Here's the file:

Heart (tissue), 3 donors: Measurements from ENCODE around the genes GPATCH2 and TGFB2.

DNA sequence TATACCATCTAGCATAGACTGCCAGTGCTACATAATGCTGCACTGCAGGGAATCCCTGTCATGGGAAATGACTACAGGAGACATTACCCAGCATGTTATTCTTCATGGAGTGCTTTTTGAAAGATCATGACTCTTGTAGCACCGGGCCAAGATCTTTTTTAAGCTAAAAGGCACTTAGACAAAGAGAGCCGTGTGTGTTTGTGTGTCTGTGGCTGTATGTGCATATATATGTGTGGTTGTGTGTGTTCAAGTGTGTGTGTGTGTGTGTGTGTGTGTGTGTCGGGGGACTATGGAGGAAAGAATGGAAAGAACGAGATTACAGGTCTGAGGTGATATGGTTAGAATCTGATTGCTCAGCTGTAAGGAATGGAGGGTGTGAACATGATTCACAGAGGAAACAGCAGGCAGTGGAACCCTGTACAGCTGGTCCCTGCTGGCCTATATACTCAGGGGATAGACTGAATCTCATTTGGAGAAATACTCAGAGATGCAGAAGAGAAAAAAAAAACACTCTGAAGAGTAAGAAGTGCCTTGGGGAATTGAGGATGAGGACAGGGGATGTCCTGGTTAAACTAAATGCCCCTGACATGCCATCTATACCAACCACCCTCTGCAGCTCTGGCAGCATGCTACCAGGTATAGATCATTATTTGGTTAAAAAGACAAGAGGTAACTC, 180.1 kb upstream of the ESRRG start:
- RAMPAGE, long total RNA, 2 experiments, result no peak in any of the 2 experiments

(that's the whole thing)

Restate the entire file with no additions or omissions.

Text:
Heart (tissue), 3 donors: Measurements from ENCODE around the genes GPATCH2 and TGFB2.

DNA sequence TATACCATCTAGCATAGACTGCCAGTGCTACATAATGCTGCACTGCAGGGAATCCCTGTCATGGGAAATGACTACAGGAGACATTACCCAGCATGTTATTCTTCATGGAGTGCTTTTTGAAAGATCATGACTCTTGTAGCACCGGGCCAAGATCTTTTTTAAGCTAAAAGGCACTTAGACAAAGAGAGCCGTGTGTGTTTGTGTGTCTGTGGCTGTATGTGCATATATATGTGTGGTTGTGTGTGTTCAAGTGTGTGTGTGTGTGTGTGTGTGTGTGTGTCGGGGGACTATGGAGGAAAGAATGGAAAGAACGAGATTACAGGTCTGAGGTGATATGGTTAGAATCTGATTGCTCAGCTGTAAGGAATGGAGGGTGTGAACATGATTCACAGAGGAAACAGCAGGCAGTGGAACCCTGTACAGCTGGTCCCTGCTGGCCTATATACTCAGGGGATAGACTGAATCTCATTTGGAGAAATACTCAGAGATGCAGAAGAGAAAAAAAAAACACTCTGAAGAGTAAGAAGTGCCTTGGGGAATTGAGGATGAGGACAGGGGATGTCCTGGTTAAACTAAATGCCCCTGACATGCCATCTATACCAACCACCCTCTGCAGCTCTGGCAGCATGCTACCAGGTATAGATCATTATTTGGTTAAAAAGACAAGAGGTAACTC, 180.1 kb upstream of the ESRRG start:
- RAMPAGE, long total RNA, 2 experiments, result no peak in any of the 2 experiments